Our band, The Dockside Band, has been making the most of technology since we have been performing out, and apparently, some people have been taking note. We have been asked dozens of questions by our friends, club and venue owners and other musicians, they span many topics:
- How are you controlling those LED lights?
- Are you playing back to a track? (asked about the computer we use)
- Your recordings are pretty good, how did you do that?
- How did you make that video with the shot of the guitarist?
First off, nothing we are doing is magic, nothing is really state-of-the-art or “high tech”, we just happen to be able to pull several functions together into one notebook and let it do a bit of work for us.
The one thing that we decided from the start was that technology was a great thing, so long as it did not get in the way of what we were doing. If we spend more time working on the gear and making it perform well, we have less time to enjoy playing.
Here is a run-down of what we are actually doing with that notebook computer and cameras you see at our gigs…
The notebook serves as a DMX 512 control surface for us. Through the use of a very inexpensive USB DMX interface, and absolutely FREE software, we are able to control everything from the dimmer packs for our PAR 64 (PAR cans) fixtures, to the DMX controllable LED light bars. We have simplified it into just a series of buttons for our loyal sound and light crew (My wife Pamela and daughter Megan) to point and click at, whether it is for a chase, a wash, a color fade, etc.
The notebook also serves to record just about every gig we do. This is accomplished with an affordable USB audio interface from Presonus and sometimes a firewire Presonus Firestudio. We generally record with a pair of inexpensive AKG condenser microphones placed back where our sound personnel is, which provides a fairly accurate representation of the band’s sound from the perspective of a typical listener. We have the ability to record every input right off the board, but opt for simplicity. This is cut into tracks once I get it home.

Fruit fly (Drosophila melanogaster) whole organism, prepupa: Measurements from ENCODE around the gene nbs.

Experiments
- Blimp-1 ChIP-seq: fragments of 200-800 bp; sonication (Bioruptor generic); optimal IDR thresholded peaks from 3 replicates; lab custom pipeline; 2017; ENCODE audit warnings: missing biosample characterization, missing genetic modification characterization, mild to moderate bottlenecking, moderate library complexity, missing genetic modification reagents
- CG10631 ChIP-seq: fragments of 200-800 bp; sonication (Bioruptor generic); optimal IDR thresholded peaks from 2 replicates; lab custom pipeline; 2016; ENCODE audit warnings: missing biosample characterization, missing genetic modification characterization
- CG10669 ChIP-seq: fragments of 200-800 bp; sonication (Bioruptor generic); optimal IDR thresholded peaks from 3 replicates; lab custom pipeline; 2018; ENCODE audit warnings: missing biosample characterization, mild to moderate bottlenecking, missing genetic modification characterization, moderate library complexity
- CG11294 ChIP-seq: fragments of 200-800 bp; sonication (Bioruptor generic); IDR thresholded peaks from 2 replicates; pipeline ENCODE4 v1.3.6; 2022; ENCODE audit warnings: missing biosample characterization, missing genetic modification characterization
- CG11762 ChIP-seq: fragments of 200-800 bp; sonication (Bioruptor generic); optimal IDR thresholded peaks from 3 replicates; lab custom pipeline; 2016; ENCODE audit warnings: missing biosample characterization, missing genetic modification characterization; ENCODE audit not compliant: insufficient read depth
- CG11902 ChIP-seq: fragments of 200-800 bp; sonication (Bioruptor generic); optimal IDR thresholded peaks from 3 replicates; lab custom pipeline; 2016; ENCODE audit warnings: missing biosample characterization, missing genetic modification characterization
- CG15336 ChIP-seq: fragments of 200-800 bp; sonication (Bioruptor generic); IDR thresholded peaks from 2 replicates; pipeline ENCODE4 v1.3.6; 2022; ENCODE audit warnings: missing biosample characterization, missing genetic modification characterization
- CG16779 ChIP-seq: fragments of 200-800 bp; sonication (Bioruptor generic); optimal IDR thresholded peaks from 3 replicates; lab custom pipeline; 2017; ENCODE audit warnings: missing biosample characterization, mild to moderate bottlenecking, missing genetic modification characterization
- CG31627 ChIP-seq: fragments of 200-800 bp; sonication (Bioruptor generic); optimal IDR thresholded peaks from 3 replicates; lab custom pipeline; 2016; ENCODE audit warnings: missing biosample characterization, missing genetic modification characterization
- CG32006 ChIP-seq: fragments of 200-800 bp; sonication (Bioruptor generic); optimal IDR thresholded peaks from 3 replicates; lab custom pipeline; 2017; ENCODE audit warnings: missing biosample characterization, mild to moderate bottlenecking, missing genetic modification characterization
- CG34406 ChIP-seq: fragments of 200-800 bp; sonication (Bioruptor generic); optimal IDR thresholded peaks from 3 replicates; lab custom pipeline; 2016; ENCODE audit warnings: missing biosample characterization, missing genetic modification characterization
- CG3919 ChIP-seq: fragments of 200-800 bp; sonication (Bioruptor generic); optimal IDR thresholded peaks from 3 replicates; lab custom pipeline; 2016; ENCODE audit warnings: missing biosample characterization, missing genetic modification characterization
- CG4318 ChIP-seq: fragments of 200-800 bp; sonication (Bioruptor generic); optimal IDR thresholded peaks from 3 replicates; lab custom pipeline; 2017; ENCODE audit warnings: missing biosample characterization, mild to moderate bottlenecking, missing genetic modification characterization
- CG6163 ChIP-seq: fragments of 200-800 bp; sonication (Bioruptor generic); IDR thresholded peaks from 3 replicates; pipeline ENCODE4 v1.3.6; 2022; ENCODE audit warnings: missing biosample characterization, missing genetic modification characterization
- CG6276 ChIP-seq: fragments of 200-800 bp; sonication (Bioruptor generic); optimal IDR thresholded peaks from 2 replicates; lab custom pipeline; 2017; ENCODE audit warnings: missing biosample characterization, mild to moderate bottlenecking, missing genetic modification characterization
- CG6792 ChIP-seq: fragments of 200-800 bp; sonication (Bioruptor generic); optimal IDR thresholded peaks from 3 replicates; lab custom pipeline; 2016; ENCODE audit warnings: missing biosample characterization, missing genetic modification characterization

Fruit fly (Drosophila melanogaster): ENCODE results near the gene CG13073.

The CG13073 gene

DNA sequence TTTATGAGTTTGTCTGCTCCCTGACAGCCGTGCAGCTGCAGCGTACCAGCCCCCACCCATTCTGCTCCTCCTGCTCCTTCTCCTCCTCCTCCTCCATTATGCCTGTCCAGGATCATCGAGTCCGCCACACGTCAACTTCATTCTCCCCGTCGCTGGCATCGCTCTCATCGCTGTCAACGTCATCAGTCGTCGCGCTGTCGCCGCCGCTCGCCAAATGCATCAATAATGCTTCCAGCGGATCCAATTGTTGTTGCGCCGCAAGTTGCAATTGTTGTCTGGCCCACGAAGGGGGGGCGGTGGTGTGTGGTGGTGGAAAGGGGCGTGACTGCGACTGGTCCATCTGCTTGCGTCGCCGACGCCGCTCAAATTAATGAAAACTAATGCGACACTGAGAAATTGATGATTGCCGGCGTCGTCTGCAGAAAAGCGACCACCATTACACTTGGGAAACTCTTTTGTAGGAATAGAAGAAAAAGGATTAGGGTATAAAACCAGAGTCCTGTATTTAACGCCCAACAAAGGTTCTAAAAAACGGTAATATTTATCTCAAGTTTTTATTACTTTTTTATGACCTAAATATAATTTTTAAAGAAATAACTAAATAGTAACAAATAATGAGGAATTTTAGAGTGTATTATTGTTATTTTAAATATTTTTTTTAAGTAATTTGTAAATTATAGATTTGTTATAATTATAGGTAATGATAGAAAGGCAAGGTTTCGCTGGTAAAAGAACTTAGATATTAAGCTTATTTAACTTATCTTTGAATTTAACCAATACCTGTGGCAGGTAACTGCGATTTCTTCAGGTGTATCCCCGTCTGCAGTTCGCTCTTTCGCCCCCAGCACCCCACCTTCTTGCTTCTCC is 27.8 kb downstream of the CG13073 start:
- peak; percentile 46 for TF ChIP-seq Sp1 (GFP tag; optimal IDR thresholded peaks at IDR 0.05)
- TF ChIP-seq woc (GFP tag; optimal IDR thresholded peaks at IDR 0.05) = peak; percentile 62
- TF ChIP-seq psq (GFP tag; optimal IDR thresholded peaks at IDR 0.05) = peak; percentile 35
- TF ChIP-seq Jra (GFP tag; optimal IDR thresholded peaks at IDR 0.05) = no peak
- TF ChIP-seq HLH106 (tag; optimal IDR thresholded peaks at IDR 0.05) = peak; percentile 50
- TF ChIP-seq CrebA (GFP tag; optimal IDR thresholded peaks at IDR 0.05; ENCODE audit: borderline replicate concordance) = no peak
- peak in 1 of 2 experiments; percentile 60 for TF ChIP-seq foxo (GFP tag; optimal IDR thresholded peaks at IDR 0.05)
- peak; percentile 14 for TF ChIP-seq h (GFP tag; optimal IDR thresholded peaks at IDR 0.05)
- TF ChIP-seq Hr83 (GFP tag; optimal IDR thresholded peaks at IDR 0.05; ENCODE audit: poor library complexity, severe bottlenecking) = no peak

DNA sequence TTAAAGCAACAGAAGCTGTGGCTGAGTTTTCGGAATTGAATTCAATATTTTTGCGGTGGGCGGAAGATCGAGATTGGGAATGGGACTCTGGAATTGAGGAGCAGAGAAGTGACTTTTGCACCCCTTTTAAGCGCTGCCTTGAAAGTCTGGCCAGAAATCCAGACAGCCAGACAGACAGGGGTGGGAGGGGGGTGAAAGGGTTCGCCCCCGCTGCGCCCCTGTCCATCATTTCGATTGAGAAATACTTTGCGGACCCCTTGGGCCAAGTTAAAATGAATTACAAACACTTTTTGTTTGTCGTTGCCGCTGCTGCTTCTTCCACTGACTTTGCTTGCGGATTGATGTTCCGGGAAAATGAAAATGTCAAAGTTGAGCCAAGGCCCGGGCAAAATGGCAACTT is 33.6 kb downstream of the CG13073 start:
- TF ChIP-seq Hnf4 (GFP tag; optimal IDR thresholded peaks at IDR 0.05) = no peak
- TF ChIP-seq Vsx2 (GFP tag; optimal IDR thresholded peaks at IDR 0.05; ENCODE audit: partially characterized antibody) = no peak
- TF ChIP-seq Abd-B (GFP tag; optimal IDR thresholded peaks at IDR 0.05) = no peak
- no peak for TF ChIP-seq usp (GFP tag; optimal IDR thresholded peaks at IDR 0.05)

Something we just started playing around with is video… I’m graphically challenged, so anything you see that I have produced is amateurish at best, but for some reason, people have given us kudos for it. God bless ’em! This is handled with three Cisco Flip cameras I own, and two that my kids own. We start them up simultaneously before a set and let them record all the way through. We will then try to pull one video from each gig and try to get multiple takes so the video might show the drummer, guitarist, singer, etc. So far, it has not worked out well as people bump our cameras and move them. We sync in the audio from the notebook whenever possible.
A couple of people have said, “You sound like you are playing to a track, the mix is so good”, or “Are you using a track for keyboards?” (since we have no keyboard player. Actually, we have not done this at all. Any synth sounds you hear come from a Roland guitar or bass synthesizer. I have one, but have only used it in one gig, and Chris has one, but has only used it in a handful of gigs. So no, no tracks… If you look at our setup, there is no audio link between our notebook and the audio mixer console, unless we record direct from it.
A few members from local bands want to learn more about various things we are doing, so as time presents itself, I will make an attempt to detail some of these… We’ll probably start with lighting since it has been a hot topic of discussion!
New toys we will be implementing will be covered too, such as the awesome Presonus digital mixers which permit control from your iPad, and an iPad control surface interface for our lights is in the works (It is FREE).
Also, if you have something you would like to share, regarding what YOUR band does for any of these solutions, or telling me I should be doing it another way, believe me, I want to hear from you! I’ll show you mine if you’ll show me your’s!
Got a minute? It would mean the world to me if you would “like” our band: